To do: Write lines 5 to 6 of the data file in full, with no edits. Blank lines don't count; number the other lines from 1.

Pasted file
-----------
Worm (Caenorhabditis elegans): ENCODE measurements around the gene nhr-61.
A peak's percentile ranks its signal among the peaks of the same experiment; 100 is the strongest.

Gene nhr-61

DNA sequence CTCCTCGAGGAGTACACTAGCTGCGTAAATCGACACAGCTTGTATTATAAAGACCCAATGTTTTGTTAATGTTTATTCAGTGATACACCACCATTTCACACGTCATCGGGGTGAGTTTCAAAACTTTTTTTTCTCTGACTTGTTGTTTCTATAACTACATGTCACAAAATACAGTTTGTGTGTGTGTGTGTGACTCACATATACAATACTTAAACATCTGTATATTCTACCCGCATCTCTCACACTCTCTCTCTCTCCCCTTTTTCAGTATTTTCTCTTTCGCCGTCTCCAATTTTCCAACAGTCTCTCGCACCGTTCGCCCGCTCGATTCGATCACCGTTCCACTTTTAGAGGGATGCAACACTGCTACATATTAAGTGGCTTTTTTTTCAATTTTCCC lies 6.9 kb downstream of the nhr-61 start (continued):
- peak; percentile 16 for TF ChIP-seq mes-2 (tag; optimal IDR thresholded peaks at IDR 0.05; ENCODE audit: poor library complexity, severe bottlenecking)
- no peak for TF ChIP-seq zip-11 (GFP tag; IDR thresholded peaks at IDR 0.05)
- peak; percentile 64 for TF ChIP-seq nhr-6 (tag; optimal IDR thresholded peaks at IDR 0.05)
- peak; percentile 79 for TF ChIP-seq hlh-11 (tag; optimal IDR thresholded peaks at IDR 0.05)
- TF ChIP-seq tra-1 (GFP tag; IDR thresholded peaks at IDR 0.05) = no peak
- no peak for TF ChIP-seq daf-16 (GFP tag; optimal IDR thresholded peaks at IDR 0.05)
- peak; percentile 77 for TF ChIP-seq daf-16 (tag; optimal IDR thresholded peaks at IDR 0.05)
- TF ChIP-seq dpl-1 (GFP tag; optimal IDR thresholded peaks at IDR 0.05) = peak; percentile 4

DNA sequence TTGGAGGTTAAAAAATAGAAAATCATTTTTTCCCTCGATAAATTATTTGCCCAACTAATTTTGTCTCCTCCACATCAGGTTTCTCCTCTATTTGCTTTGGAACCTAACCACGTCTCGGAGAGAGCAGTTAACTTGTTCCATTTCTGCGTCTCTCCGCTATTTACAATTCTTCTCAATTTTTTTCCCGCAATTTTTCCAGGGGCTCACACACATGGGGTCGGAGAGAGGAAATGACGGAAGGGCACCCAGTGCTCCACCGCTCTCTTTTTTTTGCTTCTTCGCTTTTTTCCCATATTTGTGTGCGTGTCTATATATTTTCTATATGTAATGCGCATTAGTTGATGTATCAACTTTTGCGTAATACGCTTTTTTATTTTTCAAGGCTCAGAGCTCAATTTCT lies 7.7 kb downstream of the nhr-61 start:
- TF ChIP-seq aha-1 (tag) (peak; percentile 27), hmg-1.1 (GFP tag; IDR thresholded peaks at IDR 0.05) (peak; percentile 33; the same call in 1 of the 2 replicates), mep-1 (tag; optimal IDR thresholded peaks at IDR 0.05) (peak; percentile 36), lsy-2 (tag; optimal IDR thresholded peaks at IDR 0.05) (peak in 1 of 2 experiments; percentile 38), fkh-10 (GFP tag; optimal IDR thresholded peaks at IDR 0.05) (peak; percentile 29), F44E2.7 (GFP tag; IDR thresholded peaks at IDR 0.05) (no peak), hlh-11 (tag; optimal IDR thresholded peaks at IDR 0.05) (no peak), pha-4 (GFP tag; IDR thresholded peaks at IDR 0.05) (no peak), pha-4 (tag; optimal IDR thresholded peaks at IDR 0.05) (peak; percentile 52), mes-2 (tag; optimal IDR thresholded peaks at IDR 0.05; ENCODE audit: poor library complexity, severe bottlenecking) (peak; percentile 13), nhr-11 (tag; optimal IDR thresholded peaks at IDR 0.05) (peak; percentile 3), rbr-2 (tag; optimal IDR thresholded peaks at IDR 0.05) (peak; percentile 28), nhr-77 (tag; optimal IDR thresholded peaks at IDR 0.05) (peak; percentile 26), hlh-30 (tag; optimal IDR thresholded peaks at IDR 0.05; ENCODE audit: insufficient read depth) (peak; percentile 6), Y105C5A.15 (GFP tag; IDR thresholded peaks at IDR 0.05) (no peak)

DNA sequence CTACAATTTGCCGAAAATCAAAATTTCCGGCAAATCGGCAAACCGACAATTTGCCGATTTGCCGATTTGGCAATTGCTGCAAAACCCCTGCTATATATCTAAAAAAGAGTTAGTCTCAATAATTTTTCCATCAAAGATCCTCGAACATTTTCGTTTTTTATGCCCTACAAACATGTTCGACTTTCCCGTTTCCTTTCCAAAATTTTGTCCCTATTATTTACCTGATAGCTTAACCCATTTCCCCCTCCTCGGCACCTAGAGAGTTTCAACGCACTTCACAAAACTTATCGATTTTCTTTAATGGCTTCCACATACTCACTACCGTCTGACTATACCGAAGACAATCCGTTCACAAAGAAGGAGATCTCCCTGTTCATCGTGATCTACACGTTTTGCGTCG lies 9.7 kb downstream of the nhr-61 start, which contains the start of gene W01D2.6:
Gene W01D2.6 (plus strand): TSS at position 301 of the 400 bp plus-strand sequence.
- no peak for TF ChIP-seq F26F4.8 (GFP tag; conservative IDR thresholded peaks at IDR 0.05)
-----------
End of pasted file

- peak; percentile 16 for TF ChIP-seq mes-2 (tag; optimal IDR thresholded peaks at IDR 0.05; ENCODE audit: poor library complexity, severe bottlenecking)
- no peak for TF ChIP-seq zip-11 (GFP tag; IDR thresholded peaks at IDR 0.05)